One of the more common reasons startups shy away from outsourcing their product development offshore is the lack of legal accountability. Enforcing contracts with a service provider that has little to no physical presence in the U.S. can be painstaking, should the service partnership go awry. To ensure that there is full legal security, it is essential that your outsourcing vendor has an active and dedicated management team in the U.S., not just an American forwarding address.
Other than the necessary stateside presence, project owners must make sure that they enter into flexible contracts when working with their service partners. In its essence, a flexible contract is designed to deliver rapid value, by not tying a project owner to long-term commitments that may be unprofitable, and by not limiting the ability to adapt to changing requirements. An appropriately flexible contract can add a great deal of value to the client-service provider relationship. Here are 3 ways to structure a flexible contract for your startup offshore product development:
To keep liability and exposure to a minimum, project owners must seek month-to-month contracts that allow them control over contract continuity. A monthly renewable contract allows for modular project delivery and subsequently greater accountability for both parties. Also, because it’s not uncommon for the project needs to change at various points in the project, it is critical that a contract is structured in a way that allows for maximum flexibility and doesn’t require renegotiating with every minor change.
In a flexible contract, the staffing requirements can be defined as tightly or loosely as desired, and the project owner can scale their teams up or down as needs evolve. This allows startups the option of hiring only task-specific developers at any given time, instead of keeping an entire team on the payroll for the full project duration.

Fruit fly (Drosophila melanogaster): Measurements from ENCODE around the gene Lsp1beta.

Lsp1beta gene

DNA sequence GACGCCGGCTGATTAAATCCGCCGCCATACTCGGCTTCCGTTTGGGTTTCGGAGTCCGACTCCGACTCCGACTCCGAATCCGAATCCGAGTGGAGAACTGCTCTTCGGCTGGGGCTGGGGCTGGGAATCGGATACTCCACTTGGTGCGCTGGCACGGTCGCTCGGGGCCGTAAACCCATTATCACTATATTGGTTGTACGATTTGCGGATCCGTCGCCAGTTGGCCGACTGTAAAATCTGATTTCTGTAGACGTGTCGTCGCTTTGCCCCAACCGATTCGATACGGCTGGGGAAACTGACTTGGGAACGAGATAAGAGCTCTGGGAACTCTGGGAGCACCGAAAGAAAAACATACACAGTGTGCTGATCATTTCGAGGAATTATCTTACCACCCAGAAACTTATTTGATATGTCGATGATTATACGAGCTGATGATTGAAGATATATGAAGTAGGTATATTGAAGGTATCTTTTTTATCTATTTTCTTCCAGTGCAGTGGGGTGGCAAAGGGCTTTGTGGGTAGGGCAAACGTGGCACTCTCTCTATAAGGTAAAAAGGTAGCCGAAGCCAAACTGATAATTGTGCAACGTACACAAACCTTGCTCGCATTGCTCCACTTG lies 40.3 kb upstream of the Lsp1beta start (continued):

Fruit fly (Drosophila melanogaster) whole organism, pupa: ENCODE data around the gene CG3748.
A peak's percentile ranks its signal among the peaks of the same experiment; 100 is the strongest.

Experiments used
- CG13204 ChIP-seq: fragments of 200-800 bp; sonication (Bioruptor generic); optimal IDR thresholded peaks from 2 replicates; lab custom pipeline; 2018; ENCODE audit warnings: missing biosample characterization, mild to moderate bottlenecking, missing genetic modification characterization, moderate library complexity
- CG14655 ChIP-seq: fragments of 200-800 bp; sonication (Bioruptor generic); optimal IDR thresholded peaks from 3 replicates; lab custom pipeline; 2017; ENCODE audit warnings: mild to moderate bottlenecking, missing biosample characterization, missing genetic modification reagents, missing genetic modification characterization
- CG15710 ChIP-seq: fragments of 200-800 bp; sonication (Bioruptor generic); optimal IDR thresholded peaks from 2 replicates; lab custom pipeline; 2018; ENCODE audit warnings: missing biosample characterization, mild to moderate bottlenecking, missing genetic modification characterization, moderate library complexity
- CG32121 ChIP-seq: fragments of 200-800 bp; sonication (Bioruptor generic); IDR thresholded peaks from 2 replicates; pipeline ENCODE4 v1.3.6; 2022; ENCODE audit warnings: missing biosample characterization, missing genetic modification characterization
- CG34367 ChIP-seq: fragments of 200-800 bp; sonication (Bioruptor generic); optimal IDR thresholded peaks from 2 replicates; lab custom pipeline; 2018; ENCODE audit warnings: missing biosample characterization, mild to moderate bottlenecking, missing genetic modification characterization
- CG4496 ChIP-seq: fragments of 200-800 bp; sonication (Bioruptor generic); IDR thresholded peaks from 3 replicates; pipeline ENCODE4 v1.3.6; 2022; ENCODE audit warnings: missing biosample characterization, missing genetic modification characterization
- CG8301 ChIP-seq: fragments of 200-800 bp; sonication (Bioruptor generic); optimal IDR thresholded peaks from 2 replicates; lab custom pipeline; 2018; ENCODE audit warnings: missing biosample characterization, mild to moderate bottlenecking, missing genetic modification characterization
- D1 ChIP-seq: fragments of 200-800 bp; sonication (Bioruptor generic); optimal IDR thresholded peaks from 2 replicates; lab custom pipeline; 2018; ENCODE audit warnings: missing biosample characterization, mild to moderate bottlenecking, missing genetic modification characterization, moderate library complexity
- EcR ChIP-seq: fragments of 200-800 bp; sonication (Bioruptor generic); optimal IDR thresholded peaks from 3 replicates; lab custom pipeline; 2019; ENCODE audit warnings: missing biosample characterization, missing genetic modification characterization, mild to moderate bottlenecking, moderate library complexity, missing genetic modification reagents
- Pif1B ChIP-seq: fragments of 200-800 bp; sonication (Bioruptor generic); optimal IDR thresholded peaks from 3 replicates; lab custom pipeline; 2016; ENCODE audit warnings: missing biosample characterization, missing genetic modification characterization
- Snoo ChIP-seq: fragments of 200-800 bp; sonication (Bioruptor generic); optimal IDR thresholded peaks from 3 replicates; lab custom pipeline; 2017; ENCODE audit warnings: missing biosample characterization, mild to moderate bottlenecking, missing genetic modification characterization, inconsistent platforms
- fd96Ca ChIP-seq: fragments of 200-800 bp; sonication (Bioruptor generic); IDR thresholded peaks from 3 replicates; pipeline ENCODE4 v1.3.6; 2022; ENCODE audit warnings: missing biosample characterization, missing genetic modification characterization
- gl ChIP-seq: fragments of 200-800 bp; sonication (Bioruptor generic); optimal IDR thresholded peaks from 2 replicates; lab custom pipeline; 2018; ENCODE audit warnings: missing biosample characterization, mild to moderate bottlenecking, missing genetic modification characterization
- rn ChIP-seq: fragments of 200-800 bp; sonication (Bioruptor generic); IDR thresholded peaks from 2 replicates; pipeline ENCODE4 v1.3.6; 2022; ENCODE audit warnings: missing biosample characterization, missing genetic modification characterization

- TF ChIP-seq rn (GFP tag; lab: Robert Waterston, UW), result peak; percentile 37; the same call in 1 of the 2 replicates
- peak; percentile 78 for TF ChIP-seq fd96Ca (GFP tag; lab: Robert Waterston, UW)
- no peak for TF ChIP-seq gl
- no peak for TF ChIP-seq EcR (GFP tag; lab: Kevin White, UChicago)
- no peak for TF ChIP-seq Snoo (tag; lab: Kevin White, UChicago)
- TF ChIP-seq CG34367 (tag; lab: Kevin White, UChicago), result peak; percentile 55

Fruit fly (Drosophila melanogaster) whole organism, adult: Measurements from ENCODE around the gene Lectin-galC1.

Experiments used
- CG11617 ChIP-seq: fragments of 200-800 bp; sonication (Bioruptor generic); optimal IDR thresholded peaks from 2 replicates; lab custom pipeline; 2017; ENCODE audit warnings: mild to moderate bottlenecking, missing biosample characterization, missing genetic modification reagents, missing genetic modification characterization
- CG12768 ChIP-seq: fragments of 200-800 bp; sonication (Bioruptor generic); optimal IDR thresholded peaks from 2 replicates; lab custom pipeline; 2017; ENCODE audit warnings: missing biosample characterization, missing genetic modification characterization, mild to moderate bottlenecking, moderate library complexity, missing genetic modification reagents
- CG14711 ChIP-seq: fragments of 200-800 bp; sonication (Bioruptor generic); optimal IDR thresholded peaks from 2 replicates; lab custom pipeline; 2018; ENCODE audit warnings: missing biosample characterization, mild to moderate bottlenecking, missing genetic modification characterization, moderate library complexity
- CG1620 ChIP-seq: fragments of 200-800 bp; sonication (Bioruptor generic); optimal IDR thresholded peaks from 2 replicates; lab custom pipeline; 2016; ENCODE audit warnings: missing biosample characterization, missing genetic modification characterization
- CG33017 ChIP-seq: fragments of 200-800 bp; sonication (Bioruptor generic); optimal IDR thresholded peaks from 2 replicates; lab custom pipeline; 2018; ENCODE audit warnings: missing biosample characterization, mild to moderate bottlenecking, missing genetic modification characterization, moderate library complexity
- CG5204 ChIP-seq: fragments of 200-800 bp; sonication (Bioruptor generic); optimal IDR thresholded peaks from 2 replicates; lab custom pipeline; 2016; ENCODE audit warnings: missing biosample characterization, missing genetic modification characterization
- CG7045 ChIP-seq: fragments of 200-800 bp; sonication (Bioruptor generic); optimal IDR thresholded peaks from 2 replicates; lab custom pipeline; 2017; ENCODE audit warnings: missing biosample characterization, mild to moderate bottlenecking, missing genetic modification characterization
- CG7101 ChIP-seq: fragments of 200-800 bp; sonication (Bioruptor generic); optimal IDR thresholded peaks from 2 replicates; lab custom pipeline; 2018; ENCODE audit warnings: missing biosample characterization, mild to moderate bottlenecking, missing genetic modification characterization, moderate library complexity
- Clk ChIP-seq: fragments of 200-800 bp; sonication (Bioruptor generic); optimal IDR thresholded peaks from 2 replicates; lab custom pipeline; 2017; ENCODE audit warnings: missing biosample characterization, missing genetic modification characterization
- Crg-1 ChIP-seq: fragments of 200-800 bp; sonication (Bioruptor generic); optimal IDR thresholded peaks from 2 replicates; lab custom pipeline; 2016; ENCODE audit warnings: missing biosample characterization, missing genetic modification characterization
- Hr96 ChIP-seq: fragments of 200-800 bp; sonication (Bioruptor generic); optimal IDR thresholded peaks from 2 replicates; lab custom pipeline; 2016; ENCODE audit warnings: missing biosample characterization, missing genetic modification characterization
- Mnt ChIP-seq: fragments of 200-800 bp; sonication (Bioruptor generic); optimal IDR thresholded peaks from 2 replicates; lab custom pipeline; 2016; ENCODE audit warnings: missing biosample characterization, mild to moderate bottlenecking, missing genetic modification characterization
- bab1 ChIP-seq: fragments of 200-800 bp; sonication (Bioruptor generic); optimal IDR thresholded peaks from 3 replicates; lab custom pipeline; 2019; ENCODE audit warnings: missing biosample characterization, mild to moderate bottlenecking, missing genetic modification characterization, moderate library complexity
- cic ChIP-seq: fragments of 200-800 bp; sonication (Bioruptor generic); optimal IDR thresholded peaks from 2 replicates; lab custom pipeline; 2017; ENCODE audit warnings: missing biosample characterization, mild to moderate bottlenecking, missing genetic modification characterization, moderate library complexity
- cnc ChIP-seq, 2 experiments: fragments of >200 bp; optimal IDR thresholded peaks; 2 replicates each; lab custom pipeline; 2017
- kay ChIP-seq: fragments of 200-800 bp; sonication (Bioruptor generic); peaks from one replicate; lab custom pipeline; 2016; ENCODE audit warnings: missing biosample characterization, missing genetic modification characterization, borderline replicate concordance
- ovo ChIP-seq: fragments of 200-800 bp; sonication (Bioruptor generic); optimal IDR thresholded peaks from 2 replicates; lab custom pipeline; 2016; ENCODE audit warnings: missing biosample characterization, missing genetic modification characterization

The flexibility found in offshore destinations gives companies access to large pools of technical talent and allows for a more nimble development team. This way, a UI architect will only need to remain on billable hours until they develop a launch-ready user interface. Then, in the next phase of the project sprint, the project owner can temporarily drop the UI architect to hire new resources for the next stages – such as a mobile developer to build their iOS or Android app.
A flexible offshore contract must include a non-disclosure agreement, to ensure that the intellectual property of the founders is protected at all times. This includes code security, idea and patent protection, and any information disclosure that could otherwise be damaging to the project or the founders.
Managing accountability and control in an offshore destination should be the service partner’s responsibility. Other than the NDA itself, an ideal offshore service partner should assign a stateside person, or persons, responsible for enforcing confidentiality.
A contract’s structure is an effective way to evaluate your offshore service partner’s performance and potential, both before and during the project lifecycle. With flexible and nimble contracts, startup owners can easily assess how effectively the offshore development team is able to align with their product vision. Not being bound to a long-term commitment, unless completely confident in the provider’s abilities, limits risk and allows for flexibility in project direction and cost controls.